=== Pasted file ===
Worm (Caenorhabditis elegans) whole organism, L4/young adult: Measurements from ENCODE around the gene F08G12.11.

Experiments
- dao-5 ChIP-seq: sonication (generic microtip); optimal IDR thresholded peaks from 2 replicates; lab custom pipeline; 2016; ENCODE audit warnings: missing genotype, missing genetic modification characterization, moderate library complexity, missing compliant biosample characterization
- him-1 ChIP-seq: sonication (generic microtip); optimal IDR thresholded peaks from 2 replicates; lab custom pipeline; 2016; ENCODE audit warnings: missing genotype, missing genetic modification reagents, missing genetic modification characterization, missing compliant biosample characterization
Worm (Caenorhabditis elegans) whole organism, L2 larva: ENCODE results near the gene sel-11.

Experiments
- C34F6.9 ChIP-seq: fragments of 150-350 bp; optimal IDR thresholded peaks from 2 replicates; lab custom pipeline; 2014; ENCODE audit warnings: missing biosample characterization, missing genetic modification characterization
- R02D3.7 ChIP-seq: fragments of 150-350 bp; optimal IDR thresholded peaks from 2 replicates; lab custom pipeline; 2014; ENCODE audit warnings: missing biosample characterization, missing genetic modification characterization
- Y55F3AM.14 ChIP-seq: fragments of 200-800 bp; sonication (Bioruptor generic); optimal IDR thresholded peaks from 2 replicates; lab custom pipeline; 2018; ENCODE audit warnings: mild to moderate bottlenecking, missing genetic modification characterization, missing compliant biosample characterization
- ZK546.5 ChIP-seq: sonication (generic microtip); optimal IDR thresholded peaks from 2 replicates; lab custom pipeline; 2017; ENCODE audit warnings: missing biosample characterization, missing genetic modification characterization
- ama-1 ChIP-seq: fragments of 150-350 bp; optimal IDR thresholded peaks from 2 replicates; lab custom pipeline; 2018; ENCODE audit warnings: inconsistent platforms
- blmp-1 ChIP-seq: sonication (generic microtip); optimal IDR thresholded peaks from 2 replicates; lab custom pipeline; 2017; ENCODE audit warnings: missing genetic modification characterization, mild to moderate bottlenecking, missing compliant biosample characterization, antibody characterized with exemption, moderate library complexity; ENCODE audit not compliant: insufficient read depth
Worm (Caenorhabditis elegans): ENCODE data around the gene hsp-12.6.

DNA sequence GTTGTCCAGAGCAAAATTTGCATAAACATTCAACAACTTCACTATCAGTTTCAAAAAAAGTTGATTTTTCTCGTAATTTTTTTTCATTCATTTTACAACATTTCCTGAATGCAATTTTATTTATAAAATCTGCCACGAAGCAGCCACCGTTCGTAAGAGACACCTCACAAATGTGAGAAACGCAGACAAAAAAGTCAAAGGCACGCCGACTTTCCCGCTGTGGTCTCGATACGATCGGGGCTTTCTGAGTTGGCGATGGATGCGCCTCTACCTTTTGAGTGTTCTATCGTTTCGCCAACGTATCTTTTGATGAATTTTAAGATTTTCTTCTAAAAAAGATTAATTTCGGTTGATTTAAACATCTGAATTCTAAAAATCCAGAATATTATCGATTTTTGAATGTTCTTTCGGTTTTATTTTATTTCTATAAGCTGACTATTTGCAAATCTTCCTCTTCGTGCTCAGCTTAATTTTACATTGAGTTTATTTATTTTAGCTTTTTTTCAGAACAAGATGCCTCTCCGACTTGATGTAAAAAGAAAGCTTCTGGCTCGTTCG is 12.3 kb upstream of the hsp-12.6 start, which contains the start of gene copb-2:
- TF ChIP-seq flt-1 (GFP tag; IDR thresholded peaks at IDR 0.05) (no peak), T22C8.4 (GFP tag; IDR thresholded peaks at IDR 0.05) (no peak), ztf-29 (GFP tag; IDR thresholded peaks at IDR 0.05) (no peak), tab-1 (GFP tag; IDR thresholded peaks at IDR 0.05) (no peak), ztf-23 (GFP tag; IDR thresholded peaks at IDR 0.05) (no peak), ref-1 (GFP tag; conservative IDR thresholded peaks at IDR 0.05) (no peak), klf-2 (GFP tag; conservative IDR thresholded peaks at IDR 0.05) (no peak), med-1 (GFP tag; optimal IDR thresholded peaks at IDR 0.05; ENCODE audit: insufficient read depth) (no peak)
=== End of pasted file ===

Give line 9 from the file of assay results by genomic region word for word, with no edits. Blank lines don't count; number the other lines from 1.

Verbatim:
- Y55F3AM.14 ChIP-seq: fragments of 200-800 bp; sonication (Bioruptor generic); optimal IDR thresholded peaks from 2 replicates; lab custom pipeline; 2018; ENCODE audit warnings: mild to moderate bottlenecking, missing genetic modification characterization, missing compliant biosample characterization